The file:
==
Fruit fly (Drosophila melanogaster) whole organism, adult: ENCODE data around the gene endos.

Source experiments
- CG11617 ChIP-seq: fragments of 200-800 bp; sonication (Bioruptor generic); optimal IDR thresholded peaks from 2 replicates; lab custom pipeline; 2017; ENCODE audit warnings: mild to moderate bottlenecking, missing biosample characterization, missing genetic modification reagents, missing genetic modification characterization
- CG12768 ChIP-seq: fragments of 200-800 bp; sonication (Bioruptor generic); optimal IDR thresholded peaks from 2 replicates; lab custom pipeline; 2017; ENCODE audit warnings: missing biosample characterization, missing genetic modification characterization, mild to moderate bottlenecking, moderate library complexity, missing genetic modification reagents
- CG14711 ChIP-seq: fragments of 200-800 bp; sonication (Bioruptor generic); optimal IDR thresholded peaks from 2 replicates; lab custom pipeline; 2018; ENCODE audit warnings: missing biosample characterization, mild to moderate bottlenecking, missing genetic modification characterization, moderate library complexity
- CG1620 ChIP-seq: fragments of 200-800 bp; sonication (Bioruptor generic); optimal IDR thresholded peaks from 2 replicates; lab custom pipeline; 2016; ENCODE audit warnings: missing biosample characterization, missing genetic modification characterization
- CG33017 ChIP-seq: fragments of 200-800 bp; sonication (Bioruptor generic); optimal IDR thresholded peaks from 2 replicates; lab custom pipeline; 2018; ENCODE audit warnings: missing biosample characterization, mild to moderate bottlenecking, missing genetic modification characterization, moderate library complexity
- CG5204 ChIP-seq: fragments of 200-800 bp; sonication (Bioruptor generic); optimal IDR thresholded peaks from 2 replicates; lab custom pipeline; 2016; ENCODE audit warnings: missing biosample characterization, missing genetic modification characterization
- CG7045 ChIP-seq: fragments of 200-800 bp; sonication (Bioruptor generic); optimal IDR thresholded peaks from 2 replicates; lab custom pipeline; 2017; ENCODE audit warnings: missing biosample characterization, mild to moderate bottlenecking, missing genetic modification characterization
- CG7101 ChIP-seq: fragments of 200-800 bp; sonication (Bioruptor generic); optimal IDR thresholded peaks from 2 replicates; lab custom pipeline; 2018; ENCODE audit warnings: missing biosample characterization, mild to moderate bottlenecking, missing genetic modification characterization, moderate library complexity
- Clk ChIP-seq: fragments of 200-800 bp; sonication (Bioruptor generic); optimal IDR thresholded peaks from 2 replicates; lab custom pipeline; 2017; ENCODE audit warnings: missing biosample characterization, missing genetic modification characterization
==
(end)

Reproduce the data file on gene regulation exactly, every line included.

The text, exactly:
Fruit fly (Drosophila melanogaster) whole organism, adult: ENCODE data around the gene endos.

Source experiments
- CG11617 ChIP-seq: fragments of 200-800 bp; sonication (Bioruptor generic); optimal IDR thresholded peaks from 2 replicates; lab custom pipeline; 2017; ENCODE audit warnings: mild to moderate bottlenecking, missing biosample characterization, missing genetic modification reagents, missing genetic modification characterization
- CG12768 ChIP-seq: fragments of 200-800 bp; sonication (Bioruptor generic); optimal IDR thresholded peaks from 2 replicates; lab custom pipeline; 2017; ENCODE audit warnings: missing biosample characterization, missing genetic modification characterization, mild to moderate bottlenecking, moderate library complexity, missing genetic modification reagents
- CG14711 ChIP-seq: fragments of 200-800 bp; sonication (Bioruptor generic); optimal IDR thresholded peaks from 2 replicates; lab custom pipeline; 2018; ENCODE audit warnings: missing biosample characterization, mild to moderate bottlenecking, missing genetic modification characterization, moderate library complexity
- CG1620 ChIP-seq: fragments of 200-800 bp; sonication (Bioruptor generic); optimal IDR thresholded peaks from 2 replicates; lab custom pipeline; 2016; ENCODE audit warnings: missing biosample characterization, missing genetic modification characterization
- CG33017 ChIP-seq: fragments of 200-800 bp; sonication (Bioruptor generic); optimal IDR thresholded peaks from 2 replicates; lab custom pipeline; 2018; ENCODE audit warnings: missing biosample characterization, mild to moderate bottlenecking, missing genetic modification characterization, moderate library complexity
- CG5204 ChIP-seq: fragments of 200-800 bp; sonication (Bioruptor generic); optimal IDR thresholded peaks from 2 replicates; lab custom pipeline; 2016; ENCODE audit warnings: missing biosample characterization, missing genetic modification characterization
- CG7045 ChIP-seq: fragments of 200-800 bp; sonication (Bioruptor generic); optimal IDR thresholded peaks from 2 replicates; lab custom pipeline; 2017; ENCODE audit warnings: missing biosample characterization, mild to moderate bottlenecking, missing genetic modification characterization
- CG7101 ChIP-seq: fragments of 200-800 bp; sonication (Bioruptor generic); optimal IDR thresholded peaks from 2 replicates; lab custom pipeline; 2018; ENCODE audit warnings: missing biosample characterization, mild to moderate bottlenecking, missing genetic modification characterization, moderate library complexity
- Clk ChIP-seq: fragments of 200-800 bp; sonication (Bioruptor generic); optimal IDR thresholded peaks from 2 replicates; lab custom pipeline; 2017; ENCODE audit warnings: missing biosample characterization, missing genetic modification characterization